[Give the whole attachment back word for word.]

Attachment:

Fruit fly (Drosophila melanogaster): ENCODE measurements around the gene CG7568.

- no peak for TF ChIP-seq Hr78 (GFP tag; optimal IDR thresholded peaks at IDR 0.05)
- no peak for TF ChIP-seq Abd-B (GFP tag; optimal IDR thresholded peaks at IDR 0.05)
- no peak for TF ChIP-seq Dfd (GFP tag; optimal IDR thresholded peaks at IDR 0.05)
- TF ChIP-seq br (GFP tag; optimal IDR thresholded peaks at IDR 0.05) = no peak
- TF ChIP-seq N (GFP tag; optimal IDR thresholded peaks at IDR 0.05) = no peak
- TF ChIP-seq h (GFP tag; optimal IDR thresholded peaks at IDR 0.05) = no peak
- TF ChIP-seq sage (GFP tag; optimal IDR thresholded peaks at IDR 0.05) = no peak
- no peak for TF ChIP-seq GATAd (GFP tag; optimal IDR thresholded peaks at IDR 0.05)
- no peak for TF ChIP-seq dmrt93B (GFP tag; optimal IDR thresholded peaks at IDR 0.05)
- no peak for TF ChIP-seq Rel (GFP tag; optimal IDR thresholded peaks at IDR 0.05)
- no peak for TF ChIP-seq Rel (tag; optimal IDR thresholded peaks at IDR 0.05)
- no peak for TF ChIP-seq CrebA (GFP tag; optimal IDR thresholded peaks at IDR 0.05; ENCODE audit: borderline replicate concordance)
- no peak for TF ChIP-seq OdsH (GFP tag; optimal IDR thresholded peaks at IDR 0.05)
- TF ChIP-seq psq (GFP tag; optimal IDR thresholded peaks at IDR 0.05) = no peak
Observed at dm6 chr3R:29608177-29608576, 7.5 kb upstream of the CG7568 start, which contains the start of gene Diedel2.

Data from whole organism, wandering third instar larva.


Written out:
Fruit fly (Drosophila melanogaster): ENCODE measurements around the gene CG7568.

- no peak for TF ChIP-seq Hr78 (GFP tag; optimal IDR thresholded peaks at IDR 0.05)
- no peak for TF ChIP-seq Abd-B (GFP tag; optimal IDR thresholded peaks at IDR 0.05)
- no peak for TF ChIP-seq Dfd (GFP tag; optimal IDR thresholded peaks at IDR 0.05)
- TF ChIP-seq br (GFP tag; optimal IDR thresholded peaks at IDR 0.05) = no peak
- TF ChIP-seq N (GFP tag; optimal IDR thresholded peaks at IDR 0.05) = no peak
- TF ChIP-seq h (GFP tag; optimal IDR thresholded peaks at IDR 0.05) = no peak
- TF ChIP-seq sage (GFP tag; optimal IDR thresholded peaks at IDR 0.05) = no peak
- no peak for TF ChIP-seq GATAd (GFP tag; optimal IDR thresholded peaks at IDR 0.05)
- no peak for TF ChIP-seq dmrt93B (GFP tag; optimal IDR thresholded peaks at IDR 0.05)
- no peak for TF ChIP-seq Rel (GFP tag; optimal IDR thresholded peaks at IDR 0.05)
- no peak for TF ChIP-seq Rel (tag; optimal IDR thresholded peaks at IDR 0.05)
- no peak for TF ChIP-seq CrebA (GFP tag; optimal IDR thresholded peaks at IDR 0.05; ENCODE audit: borderline replicate concordance)
- no peak for TF ChIP-seq OdsH (GFP tag; optimal IDR thresholded peaks at IDR 0.05)
- TF ChIP-seq psq (GFP tag; optimal IDR thresholded peaks at IDR 0.05) = no peak
Observed at dm6 chr3R:29608177-29608576, 7.5 kb upstream of the CG7568 start, which contains the start of gene Diedel2.

Data from whole organism, wandering third instar larva.